Assessing and Researching your Teaching

Almost all successful academics give credit to creative teachers—those mentors who defined their work so compellingly that it became, for them, a lifetime challenge. Without the teaching function, the continuity of knowledge will be broken and the store of human knowledge dangerously diminished.
Boyer, 1990, p.24

As scholars, faculty have innate curiosity about the world in which we live. The Scholarship of Teaching and Learning (SoTL) presents an opportunity to apply your research disposition toward inquiry on your teaching efforts, to highlight or improve pedagogical practices that influence how students learn. SoTL is succinctly defined by the Carnegie Academy for the Scholarship of Teaching and Learning as the “systematic reflection on teaching and learning made public” (Illinois State University, 2011).

Unlike the typical process of reflection and modification that you might undertake as a part of your regular teaching, there are a few defining features of SoTL projects:

  • There is a research question about a specific aspect of your teaching
  • The focus of the question is on exploring the relationship between a pedagogical practice and student learning -- the question is learning-centered
  • The question determines the method, and is often an adaptation of a methodology or pedagogical assessment practice already common to your field

Sheridan staff members have backgrounds in educational research that inform our consultations with faculty on how to conduct SoTL in their classrooms. To connect with an appropriate staff member, please contact: [email protected]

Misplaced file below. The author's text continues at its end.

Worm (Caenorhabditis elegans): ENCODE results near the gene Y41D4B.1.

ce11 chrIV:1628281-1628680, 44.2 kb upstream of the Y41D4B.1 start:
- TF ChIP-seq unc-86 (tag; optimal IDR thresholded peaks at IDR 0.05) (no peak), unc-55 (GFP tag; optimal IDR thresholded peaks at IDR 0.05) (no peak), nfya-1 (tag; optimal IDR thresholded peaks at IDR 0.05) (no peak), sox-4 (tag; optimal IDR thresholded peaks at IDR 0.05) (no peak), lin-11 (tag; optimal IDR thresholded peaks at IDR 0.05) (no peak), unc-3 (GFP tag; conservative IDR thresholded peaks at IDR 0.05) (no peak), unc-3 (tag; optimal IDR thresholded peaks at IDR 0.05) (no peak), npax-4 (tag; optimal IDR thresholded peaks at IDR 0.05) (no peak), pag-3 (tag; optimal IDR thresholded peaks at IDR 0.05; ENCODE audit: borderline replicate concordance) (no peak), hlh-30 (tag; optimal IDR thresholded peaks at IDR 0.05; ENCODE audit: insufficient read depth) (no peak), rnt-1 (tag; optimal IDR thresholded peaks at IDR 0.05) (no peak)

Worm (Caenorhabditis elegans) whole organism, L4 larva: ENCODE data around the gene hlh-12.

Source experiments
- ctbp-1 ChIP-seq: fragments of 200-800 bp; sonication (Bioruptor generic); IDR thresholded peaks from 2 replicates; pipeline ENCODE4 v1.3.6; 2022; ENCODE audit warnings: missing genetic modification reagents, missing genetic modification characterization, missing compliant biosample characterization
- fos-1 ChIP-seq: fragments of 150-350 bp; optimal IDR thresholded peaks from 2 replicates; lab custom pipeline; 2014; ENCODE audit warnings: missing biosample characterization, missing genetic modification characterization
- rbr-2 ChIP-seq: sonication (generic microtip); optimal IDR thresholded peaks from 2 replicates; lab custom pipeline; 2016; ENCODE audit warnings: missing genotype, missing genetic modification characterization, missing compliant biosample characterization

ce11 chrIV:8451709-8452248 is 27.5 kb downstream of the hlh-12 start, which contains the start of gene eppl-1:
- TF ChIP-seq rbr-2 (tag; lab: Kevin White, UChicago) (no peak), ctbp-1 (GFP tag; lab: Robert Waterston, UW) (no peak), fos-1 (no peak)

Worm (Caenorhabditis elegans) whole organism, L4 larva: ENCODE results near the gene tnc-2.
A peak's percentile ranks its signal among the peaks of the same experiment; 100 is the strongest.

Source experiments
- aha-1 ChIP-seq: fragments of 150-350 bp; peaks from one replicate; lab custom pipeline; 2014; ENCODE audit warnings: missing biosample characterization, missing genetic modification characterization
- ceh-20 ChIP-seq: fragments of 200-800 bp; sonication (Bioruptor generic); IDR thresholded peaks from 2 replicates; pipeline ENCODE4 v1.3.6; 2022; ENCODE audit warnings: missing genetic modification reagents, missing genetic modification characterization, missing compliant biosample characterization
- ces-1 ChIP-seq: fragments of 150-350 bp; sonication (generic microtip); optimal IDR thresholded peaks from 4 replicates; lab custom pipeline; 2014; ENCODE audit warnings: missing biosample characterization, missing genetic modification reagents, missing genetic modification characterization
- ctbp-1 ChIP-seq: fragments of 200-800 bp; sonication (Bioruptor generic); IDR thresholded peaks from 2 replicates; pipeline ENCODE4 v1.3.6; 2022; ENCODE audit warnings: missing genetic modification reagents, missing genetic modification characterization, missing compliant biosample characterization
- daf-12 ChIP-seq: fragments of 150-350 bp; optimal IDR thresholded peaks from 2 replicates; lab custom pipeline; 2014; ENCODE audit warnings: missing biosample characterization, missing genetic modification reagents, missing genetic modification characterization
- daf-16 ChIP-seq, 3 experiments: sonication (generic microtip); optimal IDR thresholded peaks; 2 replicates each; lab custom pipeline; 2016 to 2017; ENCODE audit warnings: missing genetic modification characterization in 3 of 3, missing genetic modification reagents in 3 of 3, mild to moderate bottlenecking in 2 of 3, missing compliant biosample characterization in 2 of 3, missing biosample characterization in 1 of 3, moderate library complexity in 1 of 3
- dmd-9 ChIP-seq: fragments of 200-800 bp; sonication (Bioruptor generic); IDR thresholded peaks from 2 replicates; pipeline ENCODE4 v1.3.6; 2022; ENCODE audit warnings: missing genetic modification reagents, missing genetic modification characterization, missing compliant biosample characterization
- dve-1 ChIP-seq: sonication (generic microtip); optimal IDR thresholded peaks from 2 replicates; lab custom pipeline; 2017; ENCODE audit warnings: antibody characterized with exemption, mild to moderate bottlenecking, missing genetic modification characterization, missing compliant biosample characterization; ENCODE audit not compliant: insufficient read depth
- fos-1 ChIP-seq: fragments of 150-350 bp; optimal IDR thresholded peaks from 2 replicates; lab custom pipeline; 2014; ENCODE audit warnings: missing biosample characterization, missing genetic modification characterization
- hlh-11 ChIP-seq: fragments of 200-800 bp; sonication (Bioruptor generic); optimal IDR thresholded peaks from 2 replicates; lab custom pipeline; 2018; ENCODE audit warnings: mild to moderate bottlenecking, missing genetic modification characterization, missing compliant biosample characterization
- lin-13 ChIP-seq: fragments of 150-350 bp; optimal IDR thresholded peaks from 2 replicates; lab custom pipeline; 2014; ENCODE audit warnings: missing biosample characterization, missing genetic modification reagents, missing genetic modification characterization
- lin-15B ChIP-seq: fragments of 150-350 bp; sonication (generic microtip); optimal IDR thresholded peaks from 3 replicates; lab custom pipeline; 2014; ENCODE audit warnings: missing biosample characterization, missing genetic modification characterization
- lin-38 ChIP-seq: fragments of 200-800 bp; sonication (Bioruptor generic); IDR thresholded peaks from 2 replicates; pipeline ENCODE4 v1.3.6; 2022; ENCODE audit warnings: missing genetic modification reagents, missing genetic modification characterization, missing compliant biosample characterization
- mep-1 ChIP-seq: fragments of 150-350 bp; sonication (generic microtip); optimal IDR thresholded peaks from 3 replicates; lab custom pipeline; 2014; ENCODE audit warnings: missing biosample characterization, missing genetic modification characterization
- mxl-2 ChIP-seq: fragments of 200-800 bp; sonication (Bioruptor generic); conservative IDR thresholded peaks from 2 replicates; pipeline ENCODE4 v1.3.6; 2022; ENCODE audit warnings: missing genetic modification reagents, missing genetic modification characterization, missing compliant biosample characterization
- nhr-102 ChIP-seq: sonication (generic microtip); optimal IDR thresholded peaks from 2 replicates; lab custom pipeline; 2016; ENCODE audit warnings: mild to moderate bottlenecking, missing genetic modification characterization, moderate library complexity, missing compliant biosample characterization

Brown University Libraries – in partnership with the Sheridan Center – are maintaining a list of SoTL journals. Sheridan staff may also be able to recommend a sample article for you to read as it relates to your own topic.

Examples of recent SoTL articles by Brown University faculty (links to articles require Brown login):

Lockhart, B. J., Capurso, N. A., Chase, I., Arbuckle, M. R., Travis, M. J., Eisen, J., & Ross, D. A. (2017). The use of a small private online course to allow educators to share teaching resources across diverse sites: the future of psychiatric case conferences? Academic Psychiatry, 41(1), 81-85.

Aluisio, A. R., Daniel, P., Grock, A., & Freedman, J. (2016). Case-based learning outperformed simulation exercises in disaster preparedness education among nursing trainees in India: A randomized controlled trial. Prehospital and Disaster Medicine, 31(5), 516-523.

Welch, L. & Fasano, C. (2016). Interdisciplinary teaching of visual perception through art and science. Leonardo, 49(3), 220-242.

Rand, D., Yennie, C. J., Lynch, P., Lowry, G., Budarz, J., Zhu, W., & Wang, L. –Q. (2016). Development and implementation of a simple, engaging acid rain neutralization experiment and corresponding animated instructional video for introductory chemistry students. Journal of Chemical Education, 93(4), 722-728.

Hoshi, S. (2015). Beyond classroom discourse: Learning as participation in native speaker-learner and learner-learner interactions. Foreign Language Annals, 48(4), 755-770.